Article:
There has often been reported sightings of Pterodacyls in the 1800’s so I thought I would take a look at the evidence.
First there is this:
Pterodactyl sightings were reported here in the 1880s, around the Castaic and Rabbit (Elizabeth today) Lake. Many prominent citizens reportedly witnessed the huge creature with leather-like wings, giant eyes and skunk-like stink to it. It would dive into the lake and come out with fish. Or, fishermen…John Boston
Source: The Signal, Feb. 2, 2007, Santa Clarita, California, “Ghosts. Serial killers. Giant man-eating grizzly bears. Bigfoot. Pterodactyl sightings”.
Folklore says that a monster lived in the lake and said that the Devil himself created the lake and kept one of his pets in it. The stories go as far back as the 1830s when Don Pedro Carrillo abandoned a ranch on the lakeshore after a mysterious fire. He complained of the La Laguna del Diablo. In the 1850’s, Americans settlers claimed the area was haunted. Then, Don Chico Lopez and two other men claimed to witness the ascension of a huge monster with bat-like wings from the lake. Lopez also left his lakeside ranch, claiming that his livestock were disappearing. Rancher Miguel Leonis, who later acquired the lands, also claimed to sight a griffin-like creature over the lake. In 1886, yet another rancher, Don Felipe Rivera, claimed to see a beast over the lake. There have been no sightings reported since the 1880s.
So did the creature die out?
Then there is the story that two cowboys sighted an enormous flying creature in in the Arizona desert in April 1890. The beast had the body of a serpent, immense wings, two clawed feet and the face of an alligator. The men the bird on foot. It took off and landed a few times and the cowboys opened fire with rifles and killed the creature. The of this flying creature was said to have been 160 feet and the body was more than 92 feet long. It was smooth and featherless, more like a bat than a bird, and they cut off a piece of the wing and brought it with them into Tombstone, Arizona. That is the story that was told in an April 1892 issue of the Tombstone newspaper, the Epitaph. It has become a modern legend, or urban myth if you like. The story has been retold since for example in 1930 in the book On the Old West Coast by Horace Bell .Then a writer named Jack Pearl mentioned the story in a magazine called Saga, in the early 1960’s, from what I could ascertain. He not only told the story but also claimed that the Tombstone Epitaph had, in 1886, ( note the diffrence in dates between 1892 and 1886)“published a photograph of a huge bird nailed to a wall. The newspaper said that it had been shot by two prospectors and hauled into town by wagon. Lined up in front of the bird were six grown men with their arms outstretched, fingertip to fingertip. The creature measured about 36 feet from wingtip to wingtip.”The story continued when in September 1963 in an issue of Fate magazine, a writer named H.M Cranmer wrote that the story was true, and the photo had been published and he had seen it in a newspaper, as had others. He would not be the only one who remembered the photo. Researcher and cryptozoologist Ivan T. Sanderson also remembered seeing the photo and in fact, even claimed to have once had a photocopy of it that he loaned to two associates, who lost it. The Epitaph however stated that no photo existed, or if it did, it had not been in their newspaper. More recently, in the late 1990’s, author John Keel said that “I know I saw it! And not only that - I compared notes with a lot of other people who saw it.” Keel believed that he had seen it in one of the men’s magazines (like Saga or True) that were so popular in the 1960’s. Still no photo was found.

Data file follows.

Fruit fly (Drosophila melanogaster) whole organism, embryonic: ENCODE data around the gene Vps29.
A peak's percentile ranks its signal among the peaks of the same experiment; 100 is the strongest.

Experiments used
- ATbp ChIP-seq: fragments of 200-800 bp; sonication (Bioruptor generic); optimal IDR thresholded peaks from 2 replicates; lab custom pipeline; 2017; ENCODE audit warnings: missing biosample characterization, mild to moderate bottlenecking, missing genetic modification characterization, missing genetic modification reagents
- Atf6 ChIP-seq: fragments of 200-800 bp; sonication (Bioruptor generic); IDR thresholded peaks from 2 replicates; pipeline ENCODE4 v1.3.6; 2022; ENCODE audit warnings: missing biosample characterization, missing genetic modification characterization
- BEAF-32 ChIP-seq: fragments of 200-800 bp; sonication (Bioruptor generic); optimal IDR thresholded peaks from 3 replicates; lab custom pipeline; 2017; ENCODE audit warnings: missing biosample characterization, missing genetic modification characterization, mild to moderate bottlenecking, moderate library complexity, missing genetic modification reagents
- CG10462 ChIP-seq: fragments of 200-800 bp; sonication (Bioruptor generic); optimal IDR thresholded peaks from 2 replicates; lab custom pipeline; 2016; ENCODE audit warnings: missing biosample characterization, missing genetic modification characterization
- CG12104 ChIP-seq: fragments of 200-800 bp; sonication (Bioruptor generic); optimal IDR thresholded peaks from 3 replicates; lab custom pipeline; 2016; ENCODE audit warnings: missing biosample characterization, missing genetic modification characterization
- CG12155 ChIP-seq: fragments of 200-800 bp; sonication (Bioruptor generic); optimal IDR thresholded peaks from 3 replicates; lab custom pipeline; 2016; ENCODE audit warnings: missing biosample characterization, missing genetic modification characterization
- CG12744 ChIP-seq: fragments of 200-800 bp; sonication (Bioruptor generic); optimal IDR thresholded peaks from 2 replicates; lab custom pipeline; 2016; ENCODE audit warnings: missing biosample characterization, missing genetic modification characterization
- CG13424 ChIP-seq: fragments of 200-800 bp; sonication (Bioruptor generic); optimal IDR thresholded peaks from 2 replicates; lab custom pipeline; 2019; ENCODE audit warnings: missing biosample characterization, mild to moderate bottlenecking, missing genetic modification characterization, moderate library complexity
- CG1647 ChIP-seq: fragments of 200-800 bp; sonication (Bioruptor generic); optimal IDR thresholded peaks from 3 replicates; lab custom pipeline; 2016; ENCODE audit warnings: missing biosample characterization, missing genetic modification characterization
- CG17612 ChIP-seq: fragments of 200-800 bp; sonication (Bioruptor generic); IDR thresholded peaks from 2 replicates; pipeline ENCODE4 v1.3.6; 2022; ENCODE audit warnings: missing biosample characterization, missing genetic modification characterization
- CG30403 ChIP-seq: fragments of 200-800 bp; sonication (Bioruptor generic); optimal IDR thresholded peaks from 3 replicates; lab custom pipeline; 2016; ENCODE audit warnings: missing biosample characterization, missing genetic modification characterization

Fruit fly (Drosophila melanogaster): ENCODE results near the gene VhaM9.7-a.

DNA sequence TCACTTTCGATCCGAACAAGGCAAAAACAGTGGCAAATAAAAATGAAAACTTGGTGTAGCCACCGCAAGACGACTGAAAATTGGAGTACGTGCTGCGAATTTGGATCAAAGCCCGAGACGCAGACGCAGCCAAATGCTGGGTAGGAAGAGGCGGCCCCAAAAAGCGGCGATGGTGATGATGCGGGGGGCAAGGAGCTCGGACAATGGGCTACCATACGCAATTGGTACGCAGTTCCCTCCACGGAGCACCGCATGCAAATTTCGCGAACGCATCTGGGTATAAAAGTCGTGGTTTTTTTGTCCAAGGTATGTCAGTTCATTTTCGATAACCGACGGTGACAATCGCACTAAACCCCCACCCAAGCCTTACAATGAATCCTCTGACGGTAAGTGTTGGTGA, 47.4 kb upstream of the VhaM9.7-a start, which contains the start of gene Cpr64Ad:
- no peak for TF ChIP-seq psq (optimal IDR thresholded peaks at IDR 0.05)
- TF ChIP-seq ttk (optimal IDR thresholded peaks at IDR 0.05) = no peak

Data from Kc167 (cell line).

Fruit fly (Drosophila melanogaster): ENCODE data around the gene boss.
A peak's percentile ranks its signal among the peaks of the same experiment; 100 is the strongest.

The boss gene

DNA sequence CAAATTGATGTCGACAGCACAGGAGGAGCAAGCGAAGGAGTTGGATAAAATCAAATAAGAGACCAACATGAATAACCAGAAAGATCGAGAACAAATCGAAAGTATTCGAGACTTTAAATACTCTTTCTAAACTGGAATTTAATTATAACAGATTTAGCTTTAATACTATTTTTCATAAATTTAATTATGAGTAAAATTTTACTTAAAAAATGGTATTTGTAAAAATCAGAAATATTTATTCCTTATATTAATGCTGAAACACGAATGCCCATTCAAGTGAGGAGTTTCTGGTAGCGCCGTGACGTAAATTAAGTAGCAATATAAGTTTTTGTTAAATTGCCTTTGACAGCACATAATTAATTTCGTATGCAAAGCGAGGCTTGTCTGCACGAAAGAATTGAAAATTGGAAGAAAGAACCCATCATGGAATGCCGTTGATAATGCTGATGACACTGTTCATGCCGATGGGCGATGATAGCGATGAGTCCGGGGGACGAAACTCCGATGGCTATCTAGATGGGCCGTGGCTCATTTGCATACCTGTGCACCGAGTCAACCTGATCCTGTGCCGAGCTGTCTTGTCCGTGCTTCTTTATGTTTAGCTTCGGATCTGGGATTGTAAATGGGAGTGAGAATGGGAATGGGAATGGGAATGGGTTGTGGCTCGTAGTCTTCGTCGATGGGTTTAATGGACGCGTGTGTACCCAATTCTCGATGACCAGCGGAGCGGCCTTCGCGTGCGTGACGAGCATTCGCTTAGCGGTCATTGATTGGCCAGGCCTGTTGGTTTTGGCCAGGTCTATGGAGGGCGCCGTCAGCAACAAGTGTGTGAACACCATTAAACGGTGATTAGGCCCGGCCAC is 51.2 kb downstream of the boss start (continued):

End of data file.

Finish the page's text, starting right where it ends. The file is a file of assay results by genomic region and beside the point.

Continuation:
Then in the late 1990s, the photo you see at the top of this article appeared on the Internet. Many wondered if it was related to the long-lost photo in any way. As it turns out, however, it was created by Haxan Productions for their "Freaky Links" television show for advertising. So was the original photo a hoax or did it exist? Many people believed it did and that the story was true. There is no way of knowing. My inclination is that it was a hoax but there may have been some truth in the story and the cowboys may have captured and killed some sort of large bat.
Then the story moved to Europe :.
It was reported in an article in The Illustrated London News (February 9, 1856, page 166) that, in 1856, workmen labouring in a tunnel for a railway line, between Saint-Dizier and Nancy, in France, were cutting through Jurassic limestone when a large creature stumbled out from inside it. It fluttered its wings, made a croaking noise and dropped dead. According to the workers, the creature had a 10-foot (3.0 m) wingspan, four legs joined by a membrane, black leathery skin, talons for feet and a toothed mouth. A local student of paleontology identified the animal as a pterodactyl. The report had the animal turn to dust, as soon as it had died. This was a hoax and yet took in many people. The creature apparently leaving no trace and turning to dust would have been a clue to most people.. The tunnel in question was through limestone of similar age to the Solnhofen Limestone, so it presented an opportunity for a great hoax. see a full discussion of it here: http://magonia.haaan.com/2009/ptero/
So sadly another hoax. The world of cryptozoology attracts hoaxers, I am afraid, as do many sciences, the cloning sector for one , often makes claims that it cannot substantiate. Still It makes life interesting,so we do not despair :-)